Local Resource Spotlight: Hike It Baby

Photography by Laura Castro of Burg Life Photography

Photography by Laura Castro of Burg Life Photography

First, tell me about Hike It Baby! What is its mission?

Hike it Baby a nonprofit organization dedicated to connecting families to one another and getting them outside with a focus on children from birth to school age. Their purpose is to provide support to get families in nature as soon as they feel ready and raise a generation to love the outdoors.

How was Hike It Baby founded as an organization?

Hike it Baby started in July of 2013, when Founder Shanti Hodges invited a few other new families to join her for a hike. In the first few months these were casual hikes among friends. As the number of families participating grew, it became apparent that the desire to get outside was much more than Shanti expected. Through the help of an ever increasing group of hosts and volunteers, Hike it Baby grew from a small group of parents to a large community of families.

How did you get involved in Hike It Baby?

I first heard about it on a local Facebook parenting group. I was excited to hear about a group that would allow us to get outside and move around, and form relationships with other parents and caretakers with the same interests. I hosted hikes for a year and a half before becoming a Branch Ambassador. Now I help manage the local branch along with the other Cincinnati Branch Ambassador, Rachel Lubbers.

Photography by Laura Castro of Burg Life Photography

Photography by Laura Castro of Burg Life Photography

What was your pregnancy and birth experience like personally?

I had a relatively easy pregnancy. I experienced the normal discomforts, but stayed active. I loved prenatal yoga at Shine, swimming, and hiking while pregnant. My birth was relatively uncomplicated.

Did Hike It Baby play a role in your postpartum recovery period?

For me, like for many people, the postpartum period is a bit of a shock. I know enough moms to understand that it was going to be jarring, but, like anything else in life, you have to experience it. The social aspect was hard. I felt like I couldn’t have many in-depth conversations anymore; I was scatterbrained, stressed, and thinking of the next thing that needed to happen. When I went on a hike, my baby fell right asleep. I learned how to nurse in the carrier. I was able to calm down, be present during the hikes, and really enjoy talking with other parents and caregivers. And as we all know, babies are energy sponges, and a happy mom usually means everyone else is happier as well.

What are some of the most positive things you have seen come out of your experience with Hike It Baby? 

I have enjoyed some great friendships that came out of our walks and hikes. I have learned so much from my conversations with more experienced parents.

It has definitely pushed us to do things that I would have never done before getting involved in this community. A two mile hike with a 2 year old? Sure! Throw some snacks (who am I kidding, throw A LOT of snacks), a dipe and water in the car and we are off. My daughter has always calmed down outside and loved nature and I feel that we are in this together. I would have never gotten involved if it wasn’t for her, and if she didn’t love being outside. So it’s our thing, not just my thing.

One of my favorite positive things that has come out of my experience with Hike it Baby is probably my understanding of self care while parenting. I can be with my kid while still having the experiences that calm and ground me. I can connect with people on the trail, and my daughter gets what she needs at the same time. Hiking with Hike it Baby has been an act of self care.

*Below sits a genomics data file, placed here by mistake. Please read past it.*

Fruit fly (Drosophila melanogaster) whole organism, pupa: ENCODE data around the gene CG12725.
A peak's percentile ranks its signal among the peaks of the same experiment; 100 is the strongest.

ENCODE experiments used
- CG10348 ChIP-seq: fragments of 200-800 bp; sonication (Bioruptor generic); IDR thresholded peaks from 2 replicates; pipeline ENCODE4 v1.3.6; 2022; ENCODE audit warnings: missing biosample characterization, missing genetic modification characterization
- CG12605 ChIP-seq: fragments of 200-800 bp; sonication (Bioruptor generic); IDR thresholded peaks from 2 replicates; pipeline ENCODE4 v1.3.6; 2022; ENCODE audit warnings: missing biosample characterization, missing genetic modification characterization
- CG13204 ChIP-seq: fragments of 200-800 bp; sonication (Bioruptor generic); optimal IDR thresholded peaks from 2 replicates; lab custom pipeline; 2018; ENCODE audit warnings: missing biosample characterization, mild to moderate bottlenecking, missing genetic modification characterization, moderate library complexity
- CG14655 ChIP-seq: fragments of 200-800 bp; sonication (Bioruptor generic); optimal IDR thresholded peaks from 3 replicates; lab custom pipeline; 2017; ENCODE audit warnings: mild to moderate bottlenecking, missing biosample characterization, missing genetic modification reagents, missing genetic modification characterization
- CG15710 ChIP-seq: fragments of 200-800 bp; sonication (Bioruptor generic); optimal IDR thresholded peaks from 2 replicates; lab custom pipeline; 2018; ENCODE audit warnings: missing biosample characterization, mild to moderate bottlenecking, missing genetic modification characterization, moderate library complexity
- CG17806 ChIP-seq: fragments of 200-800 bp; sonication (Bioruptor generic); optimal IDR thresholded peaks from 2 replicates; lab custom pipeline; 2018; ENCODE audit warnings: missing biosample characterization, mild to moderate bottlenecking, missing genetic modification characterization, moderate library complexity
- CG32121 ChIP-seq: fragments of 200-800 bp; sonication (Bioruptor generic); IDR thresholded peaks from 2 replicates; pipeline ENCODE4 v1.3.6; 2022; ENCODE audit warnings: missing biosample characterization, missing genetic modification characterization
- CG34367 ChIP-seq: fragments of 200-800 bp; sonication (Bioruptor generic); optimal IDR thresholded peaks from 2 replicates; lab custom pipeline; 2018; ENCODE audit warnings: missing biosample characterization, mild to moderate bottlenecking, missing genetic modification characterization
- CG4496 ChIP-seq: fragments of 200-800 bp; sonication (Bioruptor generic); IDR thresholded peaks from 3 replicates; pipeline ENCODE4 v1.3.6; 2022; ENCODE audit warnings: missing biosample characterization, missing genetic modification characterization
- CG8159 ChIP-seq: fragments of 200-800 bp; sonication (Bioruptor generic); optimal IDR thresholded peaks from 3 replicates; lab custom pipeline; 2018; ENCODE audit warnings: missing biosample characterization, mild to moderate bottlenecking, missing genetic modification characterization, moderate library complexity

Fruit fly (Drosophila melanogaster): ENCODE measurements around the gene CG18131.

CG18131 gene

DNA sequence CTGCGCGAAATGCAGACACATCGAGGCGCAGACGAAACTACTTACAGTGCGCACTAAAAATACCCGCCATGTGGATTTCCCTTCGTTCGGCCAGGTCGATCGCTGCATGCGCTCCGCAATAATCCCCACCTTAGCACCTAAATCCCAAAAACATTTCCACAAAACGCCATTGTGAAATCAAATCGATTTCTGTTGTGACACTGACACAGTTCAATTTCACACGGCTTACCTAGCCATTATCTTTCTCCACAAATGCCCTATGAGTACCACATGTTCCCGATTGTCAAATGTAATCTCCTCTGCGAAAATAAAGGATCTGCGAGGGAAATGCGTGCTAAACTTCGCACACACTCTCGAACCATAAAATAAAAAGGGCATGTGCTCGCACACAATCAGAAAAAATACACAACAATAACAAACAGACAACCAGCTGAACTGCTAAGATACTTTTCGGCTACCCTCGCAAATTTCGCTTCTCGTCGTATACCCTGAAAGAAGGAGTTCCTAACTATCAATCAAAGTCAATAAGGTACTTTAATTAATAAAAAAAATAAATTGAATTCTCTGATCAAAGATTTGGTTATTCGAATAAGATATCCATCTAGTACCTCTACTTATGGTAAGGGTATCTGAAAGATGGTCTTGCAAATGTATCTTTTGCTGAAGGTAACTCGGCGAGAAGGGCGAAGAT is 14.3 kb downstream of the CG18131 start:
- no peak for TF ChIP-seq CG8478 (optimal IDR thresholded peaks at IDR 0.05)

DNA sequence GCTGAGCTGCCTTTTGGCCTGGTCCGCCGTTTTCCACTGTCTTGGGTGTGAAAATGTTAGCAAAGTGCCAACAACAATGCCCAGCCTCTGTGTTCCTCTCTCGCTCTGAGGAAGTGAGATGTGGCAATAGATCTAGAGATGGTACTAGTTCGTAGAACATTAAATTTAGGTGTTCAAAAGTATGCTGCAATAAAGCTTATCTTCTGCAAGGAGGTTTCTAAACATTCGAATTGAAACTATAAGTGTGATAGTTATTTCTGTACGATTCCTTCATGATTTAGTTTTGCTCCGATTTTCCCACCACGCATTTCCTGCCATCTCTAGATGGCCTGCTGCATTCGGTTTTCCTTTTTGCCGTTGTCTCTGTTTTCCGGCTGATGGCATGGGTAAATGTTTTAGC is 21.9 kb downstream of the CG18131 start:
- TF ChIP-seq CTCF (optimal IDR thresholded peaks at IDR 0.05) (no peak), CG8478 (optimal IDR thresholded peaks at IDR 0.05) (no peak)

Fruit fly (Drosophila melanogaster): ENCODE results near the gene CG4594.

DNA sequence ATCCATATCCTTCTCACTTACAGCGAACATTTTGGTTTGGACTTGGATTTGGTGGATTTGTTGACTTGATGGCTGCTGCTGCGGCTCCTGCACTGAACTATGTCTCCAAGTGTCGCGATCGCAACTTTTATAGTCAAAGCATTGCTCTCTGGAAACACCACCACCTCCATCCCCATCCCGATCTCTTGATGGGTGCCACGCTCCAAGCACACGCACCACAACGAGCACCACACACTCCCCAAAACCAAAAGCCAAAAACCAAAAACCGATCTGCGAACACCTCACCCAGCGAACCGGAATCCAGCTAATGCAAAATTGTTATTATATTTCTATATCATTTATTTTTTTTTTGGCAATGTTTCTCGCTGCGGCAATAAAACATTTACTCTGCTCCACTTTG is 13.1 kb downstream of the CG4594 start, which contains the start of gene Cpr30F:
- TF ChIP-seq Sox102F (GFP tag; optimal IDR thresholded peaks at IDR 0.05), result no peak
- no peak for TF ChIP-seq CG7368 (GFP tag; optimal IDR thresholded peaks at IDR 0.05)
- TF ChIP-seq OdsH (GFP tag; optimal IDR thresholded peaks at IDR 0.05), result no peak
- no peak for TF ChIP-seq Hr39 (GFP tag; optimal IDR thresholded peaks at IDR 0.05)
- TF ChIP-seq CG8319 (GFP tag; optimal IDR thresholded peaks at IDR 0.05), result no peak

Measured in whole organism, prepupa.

What are the hikes like?

They can look like just about anything! Hosts specify whether the hikes are kid-paced or adult-paced. They can be on stroller friendly paved trails or off-road. You can host a park-and-play or picnic as well. They can be a quick little trail that leads to a creek for splashing, an urban walk where you get coffee and walk through a neighborhood, or something more remote at a state or national park. No hiker is left behind, and we support each other if someone needs to stop and feed their baby or adjust a carrier.  

How long are the hikes generally, and what kind of variety do you have?

Most hikes are about 1-3 miles. Dayton has been hosting Tough Mama hikes that are 6-7 miles! We have done hikes as short as a quarter mile. Great for little legs. People host a wide variety of hikes since the needs of a parent of a little baby who wants to get their heart rate up on a hilly hike, and someone with a couple kids on foot, are so different.

Photography by Laura Castro of Burg Life Photography

Photography by Laura Castro of Burg Life Photography

What age range is Hike It Baby geared toward?

 Birth to school age.

What are other ways that members stay involved in Hike It Baby, aside from the regular hikes?

If you’re not able to attend hikes, you can still get great information about getting outside with your kids through the blog or asking about which parks to visit on the local branch Facebook page. One of my favorite ways to be involved is the Hike it Baby 30 challenges. You sign up to challenge yourself to get your kids outside for 30 miles of hiking or walks in a month, or 30 minutes of outside time 3 times a week. I love the national Facebook groups from these challenges- they are so inspiring! There’s a January challenge and you’ll see parents from the Alaska branch cross country skiing with their kids in sleds in the middle of January! If they can get out in January, we can too!

How can people find out more about Hike It Baby, and joining?

Readers can go to the national Hike it Baby website at www.hikeitbaby.com. Our local branch has an active Facebook page.